Review: RORSCHACH #3
[Editor’s Note: This review may contain spoilers]
Writer: Tom King
Artist: Jorge Fornes
Colours: Dave Stewart
Letters: Clayton Cowles
Reviewed By: Derek McNeil
Rorschach #3: In an instant, 15 million people are dead! What happens when the human psyche is forced to accept such a devastating truth? Follow the story of “the Kid,” a radicalized, gun-toting performer and the right-hand woman of the new Rorschach. See how this masked woman grows from an innocent child to the would-be cold-blooded assassin of a presidential candidate. This detective thriller will unravel the mysteries behind the assassination attempt and reveal how the struggles of these killers connect to larger turmoils of the world.
Tom King is one of the most divisive writers in the comics industry today. Readers tend to either absolutely love or completely detest the titles he writes. I think one of the main reasons for this is that his stories are never the kind of story the reader expects when they first pick up the book. For some readers, this can be a delightful surprise, and for others it’s a letdown.
From the first issue, I knew that this story was not going to be anything I was expecting from a story set in the Watchmen universe. But with each succeeding issue, the story is moving further and further away from those expectations. It’s still far from clear where the story is leading, but it certainly is no letdown.
In Rorschach #3, our unnamed detective protagonist delves into the background Laura Cummings, the masked woman who was partnered with Rorschach. We learn that her father fully believed in the alien invasion narrative created by Ozymandias in Alan Moore’s original Watchmen. He believed that the Earth was in the process of being invaded by telepathic squid-like aliens. And he raised his daughter with the belief that it was her destiny to help thwart this invasion.
Through flashbacks, we see a young Laura being trained in various forms of combat and especially in the use of firearms. I found this to be rather reminiscent of Hit-Girl from Kick-Ass and the training she received from her father.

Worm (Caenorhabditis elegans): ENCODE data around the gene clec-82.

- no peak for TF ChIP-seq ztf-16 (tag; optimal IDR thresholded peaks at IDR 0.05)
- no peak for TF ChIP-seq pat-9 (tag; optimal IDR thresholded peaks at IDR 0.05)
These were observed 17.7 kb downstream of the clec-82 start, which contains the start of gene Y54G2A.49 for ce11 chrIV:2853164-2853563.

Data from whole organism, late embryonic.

I found it to be particularly intriguing when our unnamed protagonist imagines a face-to-face conversation between himself and the two late masked assassins. This seems to imply that there is a deeper mystery behind their attempt to kill a presidential candidate. Could there actually be some dark, unseen threat that they were attempting to stop? We know from Watchmen that Adrian Veidt’s aliens were faked, but could they have been onto some real conspiracy?
I also quite like the double meaning in the single panel where the imagined Rorschach turns to the detective, asking him, “What do you see?”. He’s asking the detective what he sees in the clues he has been following, but there’s also another level. Rorschach is asking him what he sees in the ink blots on his mask, the same as in the psychological test he derives his name from. Such a test is designed to reveal what is in the patient’s subconscious. In effect, Rorschach is asking, “what is your subconscious telling you?”.
While this is not the kind of story I expected coming into this series, I am enjoying it immensely. Some readers may be disappointed that this isn’t a more direct sequel to Moore’s Watchmen, but to me, this is proving to be a much more interesting story.
With Rorschach #3, the mystery at the centre of this series is getting deeper and stranger. I’m not exactly sure what this story I’m reading actually is, but I’m loving every minute of it. I just hope that wherever this story is leading, that the payoff lives up to the terrific buildup that King is building.